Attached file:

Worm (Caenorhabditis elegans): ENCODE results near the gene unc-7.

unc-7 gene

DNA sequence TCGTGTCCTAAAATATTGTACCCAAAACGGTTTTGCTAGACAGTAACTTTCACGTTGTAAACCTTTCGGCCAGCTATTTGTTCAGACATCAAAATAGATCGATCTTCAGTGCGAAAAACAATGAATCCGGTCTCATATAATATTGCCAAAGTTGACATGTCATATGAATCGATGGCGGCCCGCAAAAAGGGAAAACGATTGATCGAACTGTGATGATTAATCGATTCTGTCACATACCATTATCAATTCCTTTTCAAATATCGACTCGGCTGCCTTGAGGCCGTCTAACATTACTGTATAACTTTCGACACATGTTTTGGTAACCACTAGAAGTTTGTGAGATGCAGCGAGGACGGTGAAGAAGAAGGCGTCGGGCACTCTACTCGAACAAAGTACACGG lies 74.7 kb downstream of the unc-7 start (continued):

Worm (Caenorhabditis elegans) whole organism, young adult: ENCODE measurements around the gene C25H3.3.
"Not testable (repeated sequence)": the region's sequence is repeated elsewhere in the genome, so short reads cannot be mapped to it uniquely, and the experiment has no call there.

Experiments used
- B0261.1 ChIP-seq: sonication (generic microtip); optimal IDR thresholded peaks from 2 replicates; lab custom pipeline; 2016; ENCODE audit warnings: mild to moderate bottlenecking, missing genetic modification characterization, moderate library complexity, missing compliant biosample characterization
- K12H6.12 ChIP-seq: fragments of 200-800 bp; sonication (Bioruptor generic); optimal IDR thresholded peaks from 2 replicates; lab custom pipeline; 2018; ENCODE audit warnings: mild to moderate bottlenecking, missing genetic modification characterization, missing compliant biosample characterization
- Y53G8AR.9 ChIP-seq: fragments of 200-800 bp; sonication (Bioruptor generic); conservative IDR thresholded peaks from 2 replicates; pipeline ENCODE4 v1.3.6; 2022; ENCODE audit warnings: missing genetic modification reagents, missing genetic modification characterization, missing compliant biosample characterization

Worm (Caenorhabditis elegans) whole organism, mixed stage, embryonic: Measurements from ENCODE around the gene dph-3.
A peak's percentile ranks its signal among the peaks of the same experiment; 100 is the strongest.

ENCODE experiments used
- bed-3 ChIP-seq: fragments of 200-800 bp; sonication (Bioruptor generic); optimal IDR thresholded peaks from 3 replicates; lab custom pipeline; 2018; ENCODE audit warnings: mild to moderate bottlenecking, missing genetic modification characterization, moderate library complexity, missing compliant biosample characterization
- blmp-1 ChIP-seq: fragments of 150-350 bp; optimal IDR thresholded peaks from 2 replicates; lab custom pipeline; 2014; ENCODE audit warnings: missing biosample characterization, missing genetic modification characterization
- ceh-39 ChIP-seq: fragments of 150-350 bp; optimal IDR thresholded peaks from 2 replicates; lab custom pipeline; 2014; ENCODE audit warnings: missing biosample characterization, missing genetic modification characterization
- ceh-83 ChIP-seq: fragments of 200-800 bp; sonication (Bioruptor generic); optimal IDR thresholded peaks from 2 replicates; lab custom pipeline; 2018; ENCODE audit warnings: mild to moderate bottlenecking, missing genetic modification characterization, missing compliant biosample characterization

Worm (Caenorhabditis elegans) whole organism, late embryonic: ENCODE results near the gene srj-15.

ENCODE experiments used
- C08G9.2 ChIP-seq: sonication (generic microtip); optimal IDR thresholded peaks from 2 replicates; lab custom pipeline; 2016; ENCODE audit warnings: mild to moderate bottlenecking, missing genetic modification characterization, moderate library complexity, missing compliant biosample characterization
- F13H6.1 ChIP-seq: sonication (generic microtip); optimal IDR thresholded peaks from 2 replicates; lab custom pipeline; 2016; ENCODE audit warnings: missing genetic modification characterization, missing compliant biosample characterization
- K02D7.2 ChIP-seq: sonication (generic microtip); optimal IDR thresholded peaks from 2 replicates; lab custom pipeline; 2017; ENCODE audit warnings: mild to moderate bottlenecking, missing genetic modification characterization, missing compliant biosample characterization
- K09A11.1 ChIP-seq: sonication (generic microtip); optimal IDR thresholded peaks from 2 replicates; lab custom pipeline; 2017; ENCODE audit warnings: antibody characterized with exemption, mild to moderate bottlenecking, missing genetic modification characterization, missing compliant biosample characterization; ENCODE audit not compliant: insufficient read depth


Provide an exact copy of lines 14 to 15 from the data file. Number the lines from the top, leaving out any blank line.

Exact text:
- blmp-1 ChIP-seq: fragments of 150-350 bp; optimal IDR thresholded peaks from 2 replicates; lab custom pipeline; 2014; ENCODE audit warnings: missing biosample characterization, missing genetic modification characterization
- ceh-39 ChIP-seq: fragments of 150-350 bp; optimal IDR thresholded peaks from 2 replicates; lab custom pipeline; 2014; ENCODE audit warnings: missing biosample characterization, missing genetic modification characterization